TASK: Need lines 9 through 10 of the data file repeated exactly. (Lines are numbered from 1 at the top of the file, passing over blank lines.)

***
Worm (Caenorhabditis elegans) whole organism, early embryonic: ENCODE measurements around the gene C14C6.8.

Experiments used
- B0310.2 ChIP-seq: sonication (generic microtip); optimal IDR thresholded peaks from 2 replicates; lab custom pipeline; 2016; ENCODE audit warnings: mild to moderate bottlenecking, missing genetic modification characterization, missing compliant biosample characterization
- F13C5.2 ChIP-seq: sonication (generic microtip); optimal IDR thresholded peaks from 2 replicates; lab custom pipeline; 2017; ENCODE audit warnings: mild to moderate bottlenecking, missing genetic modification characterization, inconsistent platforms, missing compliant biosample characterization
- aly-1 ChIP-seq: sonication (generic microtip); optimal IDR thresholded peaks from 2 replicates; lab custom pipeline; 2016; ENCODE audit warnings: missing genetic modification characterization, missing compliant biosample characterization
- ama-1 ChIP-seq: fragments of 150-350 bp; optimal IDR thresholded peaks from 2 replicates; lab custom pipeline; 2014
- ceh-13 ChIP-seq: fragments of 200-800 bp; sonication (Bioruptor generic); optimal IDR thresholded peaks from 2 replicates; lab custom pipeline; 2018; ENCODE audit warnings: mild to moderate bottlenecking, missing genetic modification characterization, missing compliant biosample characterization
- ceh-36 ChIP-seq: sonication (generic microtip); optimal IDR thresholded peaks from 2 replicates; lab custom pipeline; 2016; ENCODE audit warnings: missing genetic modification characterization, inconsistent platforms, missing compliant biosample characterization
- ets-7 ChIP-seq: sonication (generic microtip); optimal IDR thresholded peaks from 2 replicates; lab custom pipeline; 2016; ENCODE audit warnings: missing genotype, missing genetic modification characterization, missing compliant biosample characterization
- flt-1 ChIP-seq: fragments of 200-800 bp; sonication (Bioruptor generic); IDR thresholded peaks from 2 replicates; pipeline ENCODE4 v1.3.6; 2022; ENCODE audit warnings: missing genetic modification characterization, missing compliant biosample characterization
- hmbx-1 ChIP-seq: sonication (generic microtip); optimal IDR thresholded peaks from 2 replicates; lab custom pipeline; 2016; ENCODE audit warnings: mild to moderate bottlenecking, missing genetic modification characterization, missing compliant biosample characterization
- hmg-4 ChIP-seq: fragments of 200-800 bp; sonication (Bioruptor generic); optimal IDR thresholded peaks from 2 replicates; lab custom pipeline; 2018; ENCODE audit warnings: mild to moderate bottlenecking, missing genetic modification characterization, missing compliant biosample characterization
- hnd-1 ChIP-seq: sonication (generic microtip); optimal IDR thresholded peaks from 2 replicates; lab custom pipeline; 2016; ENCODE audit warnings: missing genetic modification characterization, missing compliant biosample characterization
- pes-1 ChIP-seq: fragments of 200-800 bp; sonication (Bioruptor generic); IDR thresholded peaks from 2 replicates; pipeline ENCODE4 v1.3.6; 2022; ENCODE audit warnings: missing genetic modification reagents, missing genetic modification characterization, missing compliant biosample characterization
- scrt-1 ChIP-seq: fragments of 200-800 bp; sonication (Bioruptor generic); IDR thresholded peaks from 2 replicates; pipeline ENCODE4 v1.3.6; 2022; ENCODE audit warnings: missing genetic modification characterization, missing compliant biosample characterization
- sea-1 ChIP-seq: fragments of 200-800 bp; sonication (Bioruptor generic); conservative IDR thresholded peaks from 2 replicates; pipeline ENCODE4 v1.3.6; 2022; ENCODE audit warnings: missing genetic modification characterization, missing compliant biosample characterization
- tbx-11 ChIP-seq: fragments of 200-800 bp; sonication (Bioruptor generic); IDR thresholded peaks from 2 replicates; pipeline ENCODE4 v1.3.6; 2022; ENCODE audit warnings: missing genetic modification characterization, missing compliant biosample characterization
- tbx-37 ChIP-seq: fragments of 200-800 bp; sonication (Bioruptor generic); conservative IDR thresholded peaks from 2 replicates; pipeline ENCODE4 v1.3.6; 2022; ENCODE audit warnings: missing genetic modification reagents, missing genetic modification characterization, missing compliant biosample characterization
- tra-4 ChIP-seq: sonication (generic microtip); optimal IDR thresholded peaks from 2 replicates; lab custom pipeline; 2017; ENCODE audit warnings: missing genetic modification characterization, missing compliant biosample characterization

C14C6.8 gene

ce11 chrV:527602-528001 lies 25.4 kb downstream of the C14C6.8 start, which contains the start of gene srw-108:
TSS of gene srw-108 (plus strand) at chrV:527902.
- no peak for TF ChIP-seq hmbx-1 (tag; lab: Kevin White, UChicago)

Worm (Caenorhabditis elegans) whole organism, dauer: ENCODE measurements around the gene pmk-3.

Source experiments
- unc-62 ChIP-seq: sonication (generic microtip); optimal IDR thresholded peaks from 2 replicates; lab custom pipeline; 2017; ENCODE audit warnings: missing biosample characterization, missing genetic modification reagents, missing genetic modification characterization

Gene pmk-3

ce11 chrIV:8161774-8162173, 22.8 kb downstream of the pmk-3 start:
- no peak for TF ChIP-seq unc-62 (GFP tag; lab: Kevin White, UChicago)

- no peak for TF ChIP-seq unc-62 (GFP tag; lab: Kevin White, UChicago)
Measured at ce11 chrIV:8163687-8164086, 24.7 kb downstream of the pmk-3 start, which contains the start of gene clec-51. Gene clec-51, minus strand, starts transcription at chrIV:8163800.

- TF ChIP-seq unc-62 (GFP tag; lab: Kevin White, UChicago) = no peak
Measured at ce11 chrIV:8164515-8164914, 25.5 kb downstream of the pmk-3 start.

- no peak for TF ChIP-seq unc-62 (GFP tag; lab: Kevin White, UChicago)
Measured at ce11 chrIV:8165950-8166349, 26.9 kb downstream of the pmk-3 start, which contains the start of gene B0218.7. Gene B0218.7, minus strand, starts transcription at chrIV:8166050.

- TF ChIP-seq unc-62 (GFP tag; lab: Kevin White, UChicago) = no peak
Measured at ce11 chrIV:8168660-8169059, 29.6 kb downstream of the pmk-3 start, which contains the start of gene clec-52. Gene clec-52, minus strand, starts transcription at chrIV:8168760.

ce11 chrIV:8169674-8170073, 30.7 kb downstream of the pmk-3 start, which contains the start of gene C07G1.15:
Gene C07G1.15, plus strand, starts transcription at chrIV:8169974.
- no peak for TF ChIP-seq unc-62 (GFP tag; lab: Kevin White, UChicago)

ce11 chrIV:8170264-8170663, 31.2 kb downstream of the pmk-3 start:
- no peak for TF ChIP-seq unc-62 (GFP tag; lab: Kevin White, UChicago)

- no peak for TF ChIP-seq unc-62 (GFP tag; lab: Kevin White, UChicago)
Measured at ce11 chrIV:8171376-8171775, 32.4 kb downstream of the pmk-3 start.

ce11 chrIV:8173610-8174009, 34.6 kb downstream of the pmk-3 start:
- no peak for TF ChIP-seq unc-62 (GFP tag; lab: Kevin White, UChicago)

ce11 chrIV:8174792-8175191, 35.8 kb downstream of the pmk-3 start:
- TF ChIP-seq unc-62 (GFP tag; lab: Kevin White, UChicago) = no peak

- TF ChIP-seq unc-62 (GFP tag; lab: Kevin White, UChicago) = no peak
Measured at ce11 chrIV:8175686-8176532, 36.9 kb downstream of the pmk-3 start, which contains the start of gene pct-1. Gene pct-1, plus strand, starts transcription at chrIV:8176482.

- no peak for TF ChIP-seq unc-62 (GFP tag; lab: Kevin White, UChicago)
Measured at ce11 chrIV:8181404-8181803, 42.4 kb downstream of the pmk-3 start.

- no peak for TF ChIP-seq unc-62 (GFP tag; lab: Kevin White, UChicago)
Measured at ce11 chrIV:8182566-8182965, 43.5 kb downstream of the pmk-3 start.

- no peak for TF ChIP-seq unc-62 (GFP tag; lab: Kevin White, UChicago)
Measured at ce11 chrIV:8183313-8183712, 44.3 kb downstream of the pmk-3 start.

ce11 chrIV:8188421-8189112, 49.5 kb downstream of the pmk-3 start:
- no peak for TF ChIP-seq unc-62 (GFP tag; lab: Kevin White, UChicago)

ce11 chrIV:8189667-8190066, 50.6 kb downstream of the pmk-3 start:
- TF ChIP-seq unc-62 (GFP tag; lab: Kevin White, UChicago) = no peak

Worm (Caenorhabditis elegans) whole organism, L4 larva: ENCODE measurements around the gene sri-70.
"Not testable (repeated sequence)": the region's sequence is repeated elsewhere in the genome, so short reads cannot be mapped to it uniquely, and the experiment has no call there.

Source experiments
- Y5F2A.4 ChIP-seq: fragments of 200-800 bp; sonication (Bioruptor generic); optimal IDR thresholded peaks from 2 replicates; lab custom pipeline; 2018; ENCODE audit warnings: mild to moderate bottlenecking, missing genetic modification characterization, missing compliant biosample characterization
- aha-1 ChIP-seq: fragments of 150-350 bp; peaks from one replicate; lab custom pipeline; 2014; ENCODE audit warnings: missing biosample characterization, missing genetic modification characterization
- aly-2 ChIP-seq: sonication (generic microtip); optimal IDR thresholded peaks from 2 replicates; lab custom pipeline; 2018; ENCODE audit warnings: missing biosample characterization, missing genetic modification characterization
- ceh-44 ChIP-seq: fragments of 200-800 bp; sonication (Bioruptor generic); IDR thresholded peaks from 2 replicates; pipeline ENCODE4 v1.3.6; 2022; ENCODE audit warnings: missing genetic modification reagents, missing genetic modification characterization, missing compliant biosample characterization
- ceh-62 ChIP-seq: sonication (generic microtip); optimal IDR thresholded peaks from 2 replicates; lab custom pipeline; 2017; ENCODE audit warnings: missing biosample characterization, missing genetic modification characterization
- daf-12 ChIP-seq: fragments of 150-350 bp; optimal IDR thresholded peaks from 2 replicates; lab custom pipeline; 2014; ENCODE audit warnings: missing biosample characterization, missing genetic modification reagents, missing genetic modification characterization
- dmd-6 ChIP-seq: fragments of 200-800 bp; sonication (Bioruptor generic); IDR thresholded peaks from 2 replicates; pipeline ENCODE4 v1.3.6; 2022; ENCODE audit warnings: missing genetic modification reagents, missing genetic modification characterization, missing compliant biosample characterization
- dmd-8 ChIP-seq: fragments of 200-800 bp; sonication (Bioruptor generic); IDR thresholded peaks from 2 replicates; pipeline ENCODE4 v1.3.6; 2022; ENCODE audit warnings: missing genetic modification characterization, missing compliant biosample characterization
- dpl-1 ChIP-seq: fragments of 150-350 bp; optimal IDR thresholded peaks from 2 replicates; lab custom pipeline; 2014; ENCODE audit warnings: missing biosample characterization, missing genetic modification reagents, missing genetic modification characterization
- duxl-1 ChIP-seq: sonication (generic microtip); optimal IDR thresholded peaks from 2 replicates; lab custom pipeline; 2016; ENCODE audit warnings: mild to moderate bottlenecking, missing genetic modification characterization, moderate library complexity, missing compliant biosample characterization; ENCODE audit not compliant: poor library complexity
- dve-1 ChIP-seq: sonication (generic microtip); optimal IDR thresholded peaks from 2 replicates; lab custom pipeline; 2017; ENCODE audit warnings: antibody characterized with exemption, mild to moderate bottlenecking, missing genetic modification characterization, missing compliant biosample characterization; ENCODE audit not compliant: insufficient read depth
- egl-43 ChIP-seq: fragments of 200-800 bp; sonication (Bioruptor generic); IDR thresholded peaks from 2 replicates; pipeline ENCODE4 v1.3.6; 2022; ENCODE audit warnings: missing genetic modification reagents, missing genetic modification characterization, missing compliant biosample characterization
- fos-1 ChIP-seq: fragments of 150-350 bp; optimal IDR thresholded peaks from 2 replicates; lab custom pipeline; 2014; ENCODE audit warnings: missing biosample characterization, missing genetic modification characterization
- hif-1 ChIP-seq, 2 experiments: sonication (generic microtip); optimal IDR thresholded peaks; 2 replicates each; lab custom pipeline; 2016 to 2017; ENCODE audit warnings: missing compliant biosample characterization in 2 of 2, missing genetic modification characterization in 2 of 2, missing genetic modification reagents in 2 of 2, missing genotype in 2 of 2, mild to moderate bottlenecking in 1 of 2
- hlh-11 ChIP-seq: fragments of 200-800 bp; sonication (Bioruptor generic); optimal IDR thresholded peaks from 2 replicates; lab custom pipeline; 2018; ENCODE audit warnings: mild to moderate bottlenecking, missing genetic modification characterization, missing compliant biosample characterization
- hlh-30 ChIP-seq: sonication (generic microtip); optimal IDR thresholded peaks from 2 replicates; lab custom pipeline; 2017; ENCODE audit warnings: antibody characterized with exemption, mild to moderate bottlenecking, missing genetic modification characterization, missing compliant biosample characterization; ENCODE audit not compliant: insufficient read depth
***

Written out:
- ets-7 ChIP-seq: sonication (generic microtip); optimal IDR thresholded peaks from 2 replicates; lab custom pipeline; 2016; ENCODE audit warnings: missing genotype, missing genetic modification characterization, missing compliant biosample characterization
- flt-1 ChIP-seq: fragments of 200-800 bp; sonication (Bioruptor generic); IDR thresholded peaks from 2 replicates; pipeline ENCODE4 v1.3.6; 2022; ENCODE audit warnings: missing genetic modification characterization, missing compliant biosample characterization